Despite their small size, ticks present one of the biggest workplace safety hazards for field professionals and others who work outdoors.
Ticks are blood-sucking arachnids that get their nutrients from biting humans and other mammals, like dogs and deer. While ticks take on different physical characteristics during their lifecycles, they always have eight legs and range in color from brown, dark red, to black.
Ticks are a hazard because of their ability to transmit harmful diseases like Lyme disease, Rocky Mountain spotted fever, and Ehrlichiosis, as well as cause allergic reactions. With over 30,000 cases reported to the CDC in 2016, Lyme disease—with symptoms like rash, headache, fever, and joint pain—is the most common tickborne illness in the United States. But like all tickborne illnesses, it is 100% preventable if you take the appropriate safety measures before, during, and after working outside.
This tick health and safety guide provides knowledge, tips, and how-tos on where ticks are most common, how to avoid, check for, and remove them if you are bitten to help keep you safe at work this summer and fall.
Where and When Ticks are Out and About
Ticks, like everything nasty that we want to avoid, can basically be found everywhere—they are spread throughout the United States, Canada, South America, and most other countries. They are most active from May to November any time the temperature is above freezing—when we are all outdoors doing the most fieldwork. Zoe Harvey, a writer and entomologist, says, “While most tick species have been known to stick to a set geographical range, entomologists have seen their distribution expanding, which may be caused by climate change and other factors. Because of these changes, it’s more important than ever to keep up with the CDC’s tick maps to ensure you know what kind of ticks live in the area you are working in.” Understanding which species of ticks live in the area you were bitten in is extremely important for diagnosing disease and other adverse reactions.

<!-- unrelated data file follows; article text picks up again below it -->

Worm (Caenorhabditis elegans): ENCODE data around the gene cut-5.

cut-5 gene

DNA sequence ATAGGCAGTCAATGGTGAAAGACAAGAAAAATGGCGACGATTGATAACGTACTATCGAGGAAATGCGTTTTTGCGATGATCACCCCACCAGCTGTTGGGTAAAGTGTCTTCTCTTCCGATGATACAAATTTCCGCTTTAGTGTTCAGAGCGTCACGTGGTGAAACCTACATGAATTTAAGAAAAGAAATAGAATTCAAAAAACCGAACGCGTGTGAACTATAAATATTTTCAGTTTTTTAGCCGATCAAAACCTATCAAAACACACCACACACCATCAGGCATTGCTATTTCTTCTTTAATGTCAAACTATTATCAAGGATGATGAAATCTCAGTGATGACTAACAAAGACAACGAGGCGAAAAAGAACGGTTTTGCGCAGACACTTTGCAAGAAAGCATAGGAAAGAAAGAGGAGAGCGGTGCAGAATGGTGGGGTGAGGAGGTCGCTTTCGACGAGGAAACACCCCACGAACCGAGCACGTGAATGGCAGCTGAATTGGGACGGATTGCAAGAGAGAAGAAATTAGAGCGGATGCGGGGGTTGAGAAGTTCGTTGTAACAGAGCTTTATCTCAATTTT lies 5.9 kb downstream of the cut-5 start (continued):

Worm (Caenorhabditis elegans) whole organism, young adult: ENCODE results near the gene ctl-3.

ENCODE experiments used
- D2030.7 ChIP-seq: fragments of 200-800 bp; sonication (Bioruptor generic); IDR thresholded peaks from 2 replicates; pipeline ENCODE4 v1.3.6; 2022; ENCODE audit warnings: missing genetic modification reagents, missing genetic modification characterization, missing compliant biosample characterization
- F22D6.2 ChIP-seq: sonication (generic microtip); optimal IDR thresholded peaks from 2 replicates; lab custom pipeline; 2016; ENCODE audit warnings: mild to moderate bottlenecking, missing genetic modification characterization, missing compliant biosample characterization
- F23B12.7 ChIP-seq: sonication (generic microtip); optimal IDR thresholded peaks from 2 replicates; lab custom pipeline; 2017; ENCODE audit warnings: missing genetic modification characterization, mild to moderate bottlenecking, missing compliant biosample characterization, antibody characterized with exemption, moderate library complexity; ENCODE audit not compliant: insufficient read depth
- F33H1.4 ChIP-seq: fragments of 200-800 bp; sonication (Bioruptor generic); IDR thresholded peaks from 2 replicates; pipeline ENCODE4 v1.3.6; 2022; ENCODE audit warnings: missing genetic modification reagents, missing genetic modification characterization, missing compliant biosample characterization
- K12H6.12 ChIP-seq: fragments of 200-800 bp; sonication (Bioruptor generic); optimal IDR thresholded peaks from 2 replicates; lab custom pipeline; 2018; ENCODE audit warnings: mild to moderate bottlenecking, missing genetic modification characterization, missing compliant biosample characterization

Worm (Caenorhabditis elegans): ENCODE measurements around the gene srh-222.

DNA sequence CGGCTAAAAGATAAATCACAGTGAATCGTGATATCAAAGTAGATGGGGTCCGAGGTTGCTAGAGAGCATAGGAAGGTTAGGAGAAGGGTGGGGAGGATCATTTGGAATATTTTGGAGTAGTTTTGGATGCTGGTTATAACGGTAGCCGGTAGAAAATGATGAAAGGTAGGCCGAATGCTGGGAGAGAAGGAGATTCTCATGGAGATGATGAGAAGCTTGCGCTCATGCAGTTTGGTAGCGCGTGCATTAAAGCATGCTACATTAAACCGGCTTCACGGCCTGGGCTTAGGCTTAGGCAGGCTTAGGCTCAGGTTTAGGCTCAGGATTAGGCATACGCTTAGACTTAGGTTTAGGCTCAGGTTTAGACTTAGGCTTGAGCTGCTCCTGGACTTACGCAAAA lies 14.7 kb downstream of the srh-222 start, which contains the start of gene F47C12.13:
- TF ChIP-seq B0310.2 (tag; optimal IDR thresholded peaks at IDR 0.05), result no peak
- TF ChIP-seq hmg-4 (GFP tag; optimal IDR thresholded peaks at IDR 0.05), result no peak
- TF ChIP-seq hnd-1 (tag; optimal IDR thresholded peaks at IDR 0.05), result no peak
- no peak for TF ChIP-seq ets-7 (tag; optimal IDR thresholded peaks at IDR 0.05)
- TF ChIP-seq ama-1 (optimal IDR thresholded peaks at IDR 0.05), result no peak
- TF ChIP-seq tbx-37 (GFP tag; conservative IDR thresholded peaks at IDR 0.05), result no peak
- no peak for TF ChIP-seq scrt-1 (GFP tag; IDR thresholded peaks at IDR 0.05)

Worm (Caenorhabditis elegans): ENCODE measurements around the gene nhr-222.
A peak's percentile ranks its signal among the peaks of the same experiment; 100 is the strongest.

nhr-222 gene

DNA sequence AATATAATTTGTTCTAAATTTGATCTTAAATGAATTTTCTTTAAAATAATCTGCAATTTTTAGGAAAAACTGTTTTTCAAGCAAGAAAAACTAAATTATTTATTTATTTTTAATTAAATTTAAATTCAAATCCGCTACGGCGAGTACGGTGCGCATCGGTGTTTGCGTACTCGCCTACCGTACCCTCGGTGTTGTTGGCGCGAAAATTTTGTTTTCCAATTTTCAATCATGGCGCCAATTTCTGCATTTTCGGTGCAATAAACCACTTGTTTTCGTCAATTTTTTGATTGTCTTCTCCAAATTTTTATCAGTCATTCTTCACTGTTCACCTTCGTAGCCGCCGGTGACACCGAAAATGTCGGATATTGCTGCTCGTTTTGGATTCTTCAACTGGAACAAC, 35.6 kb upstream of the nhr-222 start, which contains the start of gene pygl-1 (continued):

Blacklegged ticks, which transmit Lyme disease, located in the Midwestern, Southern, and Eastern parts of the United States, present the greatest risk of human infection in late spring and summer. However, for those of us who work outdoors during all different times of the year it is important to remember that ticks can bite at any time the temperature is above freezing.
Ticks are usually found in wooded, brushy areas full of tall grasses, and woodland border areas. They cling to plants to search for food, and even though they have very small legs and no wings they can move quickly on their hosts (which, during certain parts of the year, can include deer, dogs, foxes, and rodents.)
A+ Avoidance Strategies
While tick bites might seem inevitable, we have several tips that are commonly accepted by health and safety professionals and the CDC to reduce your chance of encountering them on the job.
- Walk in the center of trails and avoid going through bushes, grass, or other vegetation. If you have to work in or near vegetation, trim or remove the plants before starting work.
- Treat your work clothes with 0.5% permethrin or buy pre-treated clothes. Recent studies show that permethrin treated clothing is an increasingly effective way to reduce tick bites. Do not use permethrin on your skin.